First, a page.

How do I use less water in the garden?
Severe drought is a dramatic reminder of the vulnerability of gardens that require lots of water to look their best. Garden technology has developed rapidly in recent times such that modern irrigation equipment makes it very easy to deliver large quantities of water at any time of the day or night. In such situations overwatering happens all too frequently, as inexperienced gardeners strive to make sure they have a verdant oasis in their yard. With water being a precious commodity, and water restrictions becoming more common through summer, it is a good idea to plan your garden to use less water.
Planning a waterwise garden
Thoughtful planning and design at the outset can cut the need for artificial watering to an absolute minimum. For instance, lawns require lots more water to look their best compared with most other types of plants. Why not eliminate lawn altogether unless there is a very good reason such as providing a play area for children. Low maintenance ground covers such as native grasses can survive and look good with minimal watering. Alternatively paving will not only eliminate the need for water but will also channel any rainwater runoff onto your garden. It is also possible to buy a whole truck load of chipped prunings from tree loppers to use as large scale mulched areas instead of lawn. The advantage of this is that as they rot down, rain water tends to be held in the soil and percolate down, rather than running straight off.
To plan a truly waterwise garden a good trick is to select plants that come from drought prone areas of the world. The dry eucalypt forests of Australia, of course, are a good example, as are the semi-arid climates of Africa and America that feature succulent plants with the ability to store copious amounts of water in their leaves to get through lean periods. Drought tolerant foliages can take a number of forms such as being silvery, grey, leathery, succulent or hairy so look for these features when choosing plants for your garden. Grouping plants with similar foliages together is a very sound design principle that will ensure a harmonious look. But do be aware that if you are in bushfire prone areas, it may be wise not to plant the more flammable plants like Eucalypts close to houses and instead choose other drought tolerant plants such as Eremophila, native succulents etc
Most plants, and particularly trees and shrubs, can become acclimatised to less water to the point where artificial watering can be eliminated altogether. While it is very desirable to ensure that new plantings are watered in initially to help them over any transplant shock, once a plant is established you can gradually reduce artificial watering to zero over a period of a couple of months. Growth may be reduced by this strategy, particularly during dry periods, but if there is reasonable natural rainfall the plants will still perform admirably. It must be said that there are a few exceptions such as fast growing annual flowers and vegetables that must have constant water to give a reasonable result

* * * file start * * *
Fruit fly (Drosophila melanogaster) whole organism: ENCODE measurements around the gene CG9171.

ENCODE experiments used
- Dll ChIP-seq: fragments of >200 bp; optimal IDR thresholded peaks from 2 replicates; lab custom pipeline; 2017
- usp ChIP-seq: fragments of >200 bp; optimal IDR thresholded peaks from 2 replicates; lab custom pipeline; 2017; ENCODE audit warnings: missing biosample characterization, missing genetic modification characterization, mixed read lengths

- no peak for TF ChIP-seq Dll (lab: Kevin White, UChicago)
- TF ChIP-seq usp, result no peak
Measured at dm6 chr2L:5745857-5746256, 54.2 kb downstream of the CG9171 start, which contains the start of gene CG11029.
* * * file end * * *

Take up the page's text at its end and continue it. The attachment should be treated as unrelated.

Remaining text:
Mulching is an obvious way to conserve moisture, however, it is important to select the right material and apply it so as to optimise the result. The coarser the material the better as large air pockets within the mulch create the most effective insulating blanket. Also choose materials that will not break down rapidly such as bark or woodchips or coarse gravel (such as scoria). The latter is particularly useful if there is a threat of bushfires. A depth of around 10 cm for your mulch will give the best water saving result also.
While it is possible to get away with not watering most garden plants artificially there are situations where there are compelling reasons to irrigate such as a hedge planting that is required for privacy and/or as a windbreak. Drip irrigation is by far the most efficient way to deliver water artificially where this is necessary. Various easily installed kits are now available and technology is steadily improving to make such systems easier to operate.
Water storing crystals
Water storing crystals are a powerful way of making the most of any water that goes into the soil. They are materials that come as opaque granules that swell as they absorb water and over a period of days the water is released back to plant roots as the soil dries out, thus creating an extra reservoir for your plants. Dig them in to the soil in recommended amounts when you are planting or fork them into the top few cm around existing plants.
Wetting agents are also useful to ensure that whatever water is around penetrates the soil evenly and soaks right in. A simple way to determine whether you need them is if water beads in droplets on the soil or potting mix surface when it is applied. This is particularly important for potting mixes that can become very hard to rewet if they dry out completely. Most wetting agents come in liquid form and are simply applied from a watering can.
Tip: A huge amount of water is wasted while waiting for hot water to flow through when it is required. Keep a container handy in the kitchen and bathroom to catch all the cold water that flows from your hot tap and use it to water potted plants around the house and patio.
Tip: The water that remains after boiling vegetables is chock full of nutrients. Drain it off, allow it to cool down and use it as a weak liquid fertiliser to nourish your pot plants. However, if you use salt in your cooking water it is best not used on the garden.